Textual Poachers

This book, my first, is now twenty years old meaning that it is old enough to drink and vote and that means that I am old enough to When I wrote this book as a first year assistant professor, I would never have anticipated the impact it would have and I certainly would not have imagined that Routledge would be willing to reissue it to mark the twentieth anniversary of its publication. One of the challenges of producing this edition was the struggle to come up with the right approach to the cover design. To be honest, it was very hard for me to let go of the original cover, which was constructed around a wonderful piece of Star Trek fan art by Jean Kluge, which my wife, Cynthia, had bought for me as a gift at MediaWest and which had been close at hand throughout the process of drafting the book. But, in the end, we were able to produce a cover I am really very proud of -- in collaboration with a contemporary fan artist who has chosen to go here by the name of GLM:. My hopes for the new cover were that it should represent, as the original did, the work of a fan artist and it should employ an aesthetic that grows out of the fan community's own modes of cultural production; that it should represent a transformative use of existing source material; and that it should suggest the dynamic nature of fandom, which has absorbed new content and embraced new forms of production since the original book was published This cover embodies the new aesthetic of photo-manipulation, which remains controversial among some fans but which has also represented a clear demonstration of the way that fans turn borrowed materials into resource for their own collective expression.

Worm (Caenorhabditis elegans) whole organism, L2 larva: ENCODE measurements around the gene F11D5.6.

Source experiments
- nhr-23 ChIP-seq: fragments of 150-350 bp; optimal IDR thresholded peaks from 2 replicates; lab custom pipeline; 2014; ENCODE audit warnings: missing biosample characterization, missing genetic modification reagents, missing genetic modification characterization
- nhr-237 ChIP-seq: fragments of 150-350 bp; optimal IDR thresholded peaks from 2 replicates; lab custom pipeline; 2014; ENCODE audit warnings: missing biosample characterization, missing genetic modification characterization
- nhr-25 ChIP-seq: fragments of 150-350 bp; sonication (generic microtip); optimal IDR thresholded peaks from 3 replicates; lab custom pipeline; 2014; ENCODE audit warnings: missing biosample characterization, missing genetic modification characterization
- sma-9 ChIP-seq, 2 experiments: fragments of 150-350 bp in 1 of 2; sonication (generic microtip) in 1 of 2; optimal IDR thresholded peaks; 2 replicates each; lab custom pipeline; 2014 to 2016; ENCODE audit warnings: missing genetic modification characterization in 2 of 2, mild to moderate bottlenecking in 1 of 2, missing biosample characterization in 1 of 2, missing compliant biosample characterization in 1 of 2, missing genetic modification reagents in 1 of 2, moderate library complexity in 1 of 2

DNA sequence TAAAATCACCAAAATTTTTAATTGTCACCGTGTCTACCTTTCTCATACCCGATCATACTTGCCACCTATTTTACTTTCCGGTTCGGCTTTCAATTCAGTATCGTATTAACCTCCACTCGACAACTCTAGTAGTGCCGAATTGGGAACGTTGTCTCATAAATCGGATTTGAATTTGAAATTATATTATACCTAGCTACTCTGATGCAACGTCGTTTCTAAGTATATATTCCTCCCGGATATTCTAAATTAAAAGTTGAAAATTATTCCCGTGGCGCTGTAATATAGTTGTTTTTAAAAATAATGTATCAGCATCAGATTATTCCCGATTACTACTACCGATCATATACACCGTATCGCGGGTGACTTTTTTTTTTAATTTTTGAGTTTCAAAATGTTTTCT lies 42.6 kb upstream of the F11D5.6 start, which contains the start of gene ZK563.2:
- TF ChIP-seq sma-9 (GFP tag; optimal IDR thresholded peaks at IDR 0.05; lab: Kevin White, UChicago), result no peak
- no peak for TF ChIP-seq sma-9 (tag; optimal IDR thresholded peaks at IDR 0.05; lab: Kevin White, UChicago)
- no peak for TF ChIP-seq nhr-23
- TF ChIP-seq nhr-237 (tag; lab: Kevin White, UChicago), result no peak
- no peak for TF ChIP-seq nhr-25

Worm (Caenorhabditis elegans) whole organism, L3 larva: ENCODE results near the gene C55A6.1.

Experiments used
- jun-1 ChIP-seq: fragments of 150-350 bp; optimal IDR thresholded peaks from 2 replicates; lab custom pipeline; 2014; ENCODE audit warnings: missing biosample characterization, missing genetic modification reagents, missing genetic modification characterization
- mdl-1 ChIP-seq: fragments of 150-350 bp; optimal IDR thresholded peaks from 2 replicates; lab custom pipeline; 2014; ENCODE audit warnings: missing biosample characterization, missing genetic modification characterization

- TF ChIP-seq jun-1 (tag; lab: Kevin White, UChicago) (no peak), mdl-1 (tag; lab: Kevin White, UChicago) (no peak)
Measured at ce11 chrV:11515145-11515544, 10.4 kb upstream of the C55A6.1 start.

Smith on Jenkins, 'Textual Poachers: Television Fans and Participatory Culture'

The twentieth anniversary edition of Henry Jenkins's Textual Poachers brings this now-canonical text to a new generation of students interested in the intersections of fandom, participatory culture, popular consumption and media theory. Supplementing the original, classic text is an interview between Henry Jenkins and Suzanne Scott in which Jenkins reflects upon changes in the field since the original release of Textual Poachers. A study guide by Louisa Stein helps provides instructors with suggestions for the way Textual Poachers can be used in the contemporary classroom, and study questions encourage students to consider fan cultures in relation to consumer capitalism, genre, gender, sexuality, and more. This is an excellent book.


Textual Poachers: Television Fans and Participatory Culture